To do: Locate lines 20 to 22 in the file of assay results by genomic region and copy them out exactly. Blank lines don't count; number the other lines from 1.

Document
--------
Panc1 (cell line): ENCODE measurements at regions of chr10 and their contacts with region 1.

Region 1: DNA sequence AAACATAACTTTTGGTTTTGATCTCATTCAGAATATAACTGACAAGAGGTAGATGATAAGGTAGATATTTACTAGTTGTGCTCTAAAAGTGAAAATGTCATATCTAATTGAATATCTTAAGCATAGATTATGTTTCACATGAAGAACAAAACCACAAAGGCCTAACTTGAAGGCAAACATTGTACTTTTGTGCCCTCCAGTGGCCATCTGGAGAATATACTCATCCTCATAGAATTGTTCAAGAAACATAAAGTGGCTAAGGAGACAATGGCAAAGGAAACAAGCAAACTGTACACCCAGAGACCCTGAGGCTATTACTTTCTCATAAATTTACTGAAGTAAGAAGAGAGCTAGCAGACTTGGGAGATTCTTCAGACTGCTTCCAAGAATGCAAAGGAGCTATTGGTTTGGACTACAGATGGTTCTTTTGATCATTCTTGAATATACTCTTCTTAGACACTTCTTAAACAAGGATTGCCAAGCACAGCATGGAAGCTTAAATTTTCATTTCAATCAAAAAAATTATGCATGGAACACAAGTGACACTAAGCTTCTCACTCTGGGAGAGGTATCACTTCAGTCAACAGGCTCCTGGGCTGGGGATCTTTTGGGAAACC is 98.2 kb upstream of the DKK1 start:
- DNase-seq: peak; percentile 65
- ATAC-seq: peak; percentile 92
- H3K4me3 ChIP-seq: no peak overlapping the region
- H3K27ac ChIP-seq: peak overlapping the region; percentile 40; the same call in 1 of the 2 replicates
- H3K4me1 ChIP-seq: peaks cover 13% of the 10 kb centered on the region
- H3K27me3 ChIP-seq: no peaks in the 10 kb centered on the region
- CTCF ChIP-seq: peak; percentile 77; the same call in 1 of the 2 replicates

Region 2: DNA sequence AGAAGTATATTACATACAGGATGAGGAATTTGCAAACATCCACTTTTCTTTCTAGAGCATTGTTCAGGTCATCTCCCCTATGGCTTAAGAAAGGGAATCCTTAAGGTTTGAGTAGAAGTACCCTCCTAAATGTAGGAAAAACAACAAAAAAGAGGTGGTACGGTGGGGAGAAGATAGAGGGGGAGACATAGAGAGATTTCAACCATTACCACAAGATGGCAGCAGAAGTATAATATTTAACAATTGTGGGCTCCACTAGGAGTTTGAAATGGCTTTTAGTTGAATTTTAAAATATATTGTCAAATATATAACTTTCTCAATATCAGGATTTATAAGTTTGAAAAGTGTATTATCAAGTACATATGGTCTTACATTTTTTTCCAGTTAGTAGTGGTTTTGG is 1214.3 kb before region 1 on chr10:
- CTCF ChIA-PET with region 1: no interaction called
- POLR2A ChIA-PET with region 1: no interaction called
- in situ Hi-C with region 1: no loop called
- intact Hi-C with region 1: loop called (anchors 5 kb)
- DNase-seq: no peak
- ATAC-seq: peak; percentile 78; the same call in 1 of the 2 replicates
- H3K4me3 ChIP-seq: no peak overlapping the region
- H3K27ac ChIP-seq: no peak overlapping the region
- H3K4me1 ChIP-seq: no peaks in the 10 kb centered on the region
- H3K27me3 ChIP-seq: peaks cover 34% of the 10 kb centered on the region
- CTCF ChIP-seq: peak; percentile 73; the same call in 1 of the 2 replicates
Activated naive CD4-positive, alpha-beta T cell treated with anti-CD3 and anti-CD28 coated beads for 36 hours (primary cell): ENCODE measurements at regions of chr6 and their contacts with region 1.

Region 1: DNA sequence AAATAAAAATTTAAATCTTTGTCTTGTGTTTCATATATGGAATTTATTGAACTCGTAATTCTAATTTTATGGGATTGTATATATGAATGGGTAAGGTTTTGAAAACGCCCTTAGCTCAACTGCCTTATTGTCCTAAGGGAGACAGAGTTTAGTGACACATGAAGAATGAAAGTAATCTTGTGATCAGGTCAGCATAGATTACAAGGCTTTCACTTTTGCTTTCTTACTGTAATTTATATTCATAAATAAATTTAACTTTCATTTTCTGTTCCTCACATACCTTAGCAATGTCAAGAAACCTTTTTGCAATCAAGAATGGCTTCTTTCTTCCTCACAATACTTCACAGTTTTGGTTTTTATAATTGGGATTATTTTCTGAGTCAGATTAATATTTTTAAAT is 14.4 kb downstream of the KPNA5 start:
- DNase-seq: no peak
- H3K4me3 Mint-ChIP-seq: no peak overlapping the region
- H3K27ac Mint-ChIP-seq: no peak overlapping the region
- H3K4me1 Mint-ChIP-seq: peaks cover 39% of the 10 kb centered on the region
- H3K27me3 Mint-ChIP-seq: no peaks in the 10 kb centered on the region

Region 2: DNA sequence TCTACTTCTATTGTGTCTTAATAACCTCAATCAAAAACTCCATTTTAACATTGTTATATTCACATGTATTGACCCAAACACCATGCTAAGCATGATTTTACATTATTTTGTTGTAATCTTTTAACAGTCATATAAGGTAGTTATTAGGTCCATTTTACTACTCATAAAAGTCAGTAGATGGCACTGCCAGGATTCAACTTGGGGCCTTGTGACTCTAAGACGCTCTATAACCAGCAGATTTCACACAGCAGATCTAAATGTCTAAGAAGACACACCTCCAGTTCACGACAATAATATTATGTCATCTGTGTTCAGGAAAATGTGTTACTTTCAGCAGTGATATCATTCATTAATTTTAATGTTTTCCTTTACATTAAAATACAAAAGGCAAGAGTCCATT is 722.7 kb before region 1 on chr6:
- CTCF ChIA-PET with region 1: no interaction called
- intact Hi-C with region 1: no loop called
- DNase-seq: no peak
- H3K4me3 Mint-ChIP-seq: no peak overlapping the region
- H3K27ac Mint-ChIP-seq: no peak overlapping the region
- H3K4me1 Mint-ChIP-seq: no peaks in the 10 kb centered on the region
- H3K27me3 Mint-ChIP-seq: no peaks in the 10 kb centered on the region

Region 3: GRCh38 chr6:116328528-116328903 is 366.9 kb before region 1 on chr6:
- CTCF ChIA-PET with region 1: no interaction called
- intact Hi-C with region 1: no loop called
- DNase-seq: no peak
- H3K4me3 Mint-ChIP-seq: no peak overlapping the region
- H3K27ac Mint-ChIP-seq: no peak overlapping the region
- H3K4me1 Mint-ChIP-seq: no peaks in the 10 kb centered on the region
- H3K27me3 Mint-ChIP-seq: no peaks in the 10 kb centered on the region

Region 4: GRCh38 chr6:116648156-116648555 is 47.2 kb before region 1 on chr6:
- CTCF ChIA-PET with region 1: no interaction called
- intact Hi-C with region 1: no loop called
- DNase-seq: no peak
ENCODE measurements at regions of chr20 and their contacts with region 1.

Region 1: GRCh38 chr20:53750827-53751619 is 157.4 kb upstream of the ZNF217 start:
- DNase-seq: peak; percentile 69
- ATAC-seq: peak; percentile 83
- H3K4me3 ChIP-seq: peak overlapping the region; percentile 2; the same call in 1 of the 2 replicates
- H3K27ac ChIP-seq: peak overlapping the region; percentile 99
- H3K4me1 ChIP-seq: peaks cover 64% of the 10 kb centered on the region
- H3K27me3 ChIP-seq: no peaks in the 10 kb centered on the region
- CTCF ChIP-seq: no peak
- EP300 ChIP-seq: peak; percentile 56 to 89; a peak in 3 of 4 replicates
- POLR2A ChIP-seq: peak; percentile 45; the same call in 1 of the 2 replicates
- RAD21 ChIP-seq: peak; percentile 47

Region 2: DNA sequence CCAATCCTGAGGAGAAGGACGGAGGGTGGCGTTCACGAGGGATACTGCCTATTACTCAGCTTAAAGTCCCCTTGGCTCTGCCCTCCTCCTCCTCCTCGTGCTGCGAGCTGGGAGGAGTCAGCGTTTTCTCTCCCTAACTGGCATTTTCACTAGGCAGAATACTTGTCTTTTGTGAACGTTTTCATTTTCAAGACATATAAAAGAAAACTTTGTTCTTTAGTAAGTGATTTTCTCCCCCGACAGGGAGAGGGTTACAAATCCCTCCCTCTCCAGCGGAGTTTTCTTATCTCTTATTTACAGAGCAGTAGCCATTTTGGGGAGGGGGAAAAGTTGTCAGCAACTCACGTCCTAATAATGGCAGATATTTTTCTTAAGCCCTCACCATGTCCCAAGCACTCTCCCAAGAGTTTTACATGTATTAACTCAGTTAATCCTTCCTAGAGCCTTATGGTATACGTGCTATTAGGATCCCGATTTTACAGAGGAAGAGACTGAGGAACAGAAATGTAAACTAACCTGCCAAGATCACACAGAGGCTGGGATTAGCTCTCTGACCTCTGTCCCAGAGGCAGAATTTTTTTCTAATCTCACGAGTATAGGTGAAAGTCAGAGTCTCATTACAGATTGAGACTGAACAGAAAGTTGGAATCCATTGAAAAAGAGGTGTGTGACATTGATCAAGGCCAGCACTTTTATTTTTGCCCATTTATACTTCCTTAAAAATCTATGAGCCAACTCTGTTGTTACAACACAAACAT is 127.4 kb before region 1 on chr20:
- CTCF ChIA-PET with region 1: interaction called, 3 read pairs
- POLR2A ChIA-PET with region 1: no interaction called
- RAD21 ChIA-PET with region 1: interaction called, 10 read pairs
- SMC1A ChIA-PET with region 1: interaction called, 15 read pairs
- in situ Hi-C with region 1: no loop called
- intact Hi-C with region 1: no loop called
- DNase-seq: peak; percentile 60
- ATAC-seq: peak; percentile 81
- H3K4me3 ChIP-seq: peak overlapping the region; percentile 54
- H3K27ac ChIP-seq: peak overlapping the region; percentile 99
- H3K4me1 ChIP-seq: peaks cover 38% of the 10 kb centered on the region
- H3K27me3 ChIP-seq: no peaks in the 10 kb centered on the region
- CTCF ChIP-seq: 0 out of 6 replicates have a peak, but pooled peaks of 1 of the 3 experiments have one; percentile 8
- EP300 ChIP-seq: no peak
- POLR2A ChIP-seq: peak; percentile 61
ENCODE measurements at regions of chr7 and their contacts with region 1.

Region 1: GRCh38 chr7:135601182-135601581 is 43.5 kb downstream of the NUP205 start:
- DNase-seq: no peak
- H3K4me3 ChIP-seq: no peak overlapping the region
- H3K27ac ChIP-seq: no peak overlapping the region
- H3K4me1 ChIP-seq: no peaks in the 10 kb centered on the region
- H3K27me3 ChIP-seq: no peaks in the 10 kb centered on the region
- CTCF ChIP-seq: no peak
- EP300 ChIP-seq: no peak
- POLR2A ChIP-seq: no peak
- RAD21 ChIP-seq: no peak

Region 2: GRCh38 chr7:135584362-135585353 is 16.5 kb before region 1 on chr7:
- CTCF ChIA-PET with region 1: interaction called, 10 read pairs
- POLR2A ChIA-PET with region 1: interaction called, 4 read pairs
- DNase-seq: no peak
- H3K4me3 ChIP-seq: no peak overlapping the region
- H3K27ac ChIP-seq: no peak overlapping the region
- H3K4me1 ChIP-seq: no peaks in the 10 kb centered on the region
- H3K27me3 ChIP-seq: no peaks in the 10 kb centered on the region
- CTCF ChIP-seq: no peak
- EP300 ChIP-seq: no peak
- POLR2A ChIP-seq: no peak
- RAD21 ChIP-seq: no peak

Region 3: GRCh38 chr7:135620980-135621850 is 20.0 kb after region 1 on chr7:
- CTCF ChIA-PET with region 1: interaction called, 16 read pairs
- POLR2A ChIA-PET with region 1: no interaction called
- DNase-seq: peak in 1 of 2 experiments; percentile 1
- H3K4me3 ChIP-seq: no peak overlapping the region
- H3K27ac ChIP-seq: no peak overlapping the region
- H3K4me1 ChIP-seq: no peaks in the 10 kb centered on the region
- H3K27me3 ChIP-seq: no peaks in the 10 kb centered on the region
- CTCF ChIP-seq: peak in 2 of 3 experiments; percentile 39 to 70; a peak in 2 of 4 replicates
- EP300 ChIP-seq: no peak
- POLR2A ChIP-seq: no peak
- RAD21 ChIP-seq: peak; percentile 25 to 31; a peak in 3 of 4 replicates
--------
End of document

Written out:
- H3K27me3 ChIP-seq: peaks cover 34% of the 10 kb centered on the region
- CTCF ChIP-seq: peak; percentile 73; the same call in 1 of the 2 replicates
Activated naive CD4-positive, alpha-beta T cell treated with anti-CD3 and anti-CD28 coated beads for 36 hours (primary cell): ENCODE measurements at regions of chr6 and their contacts with region 1.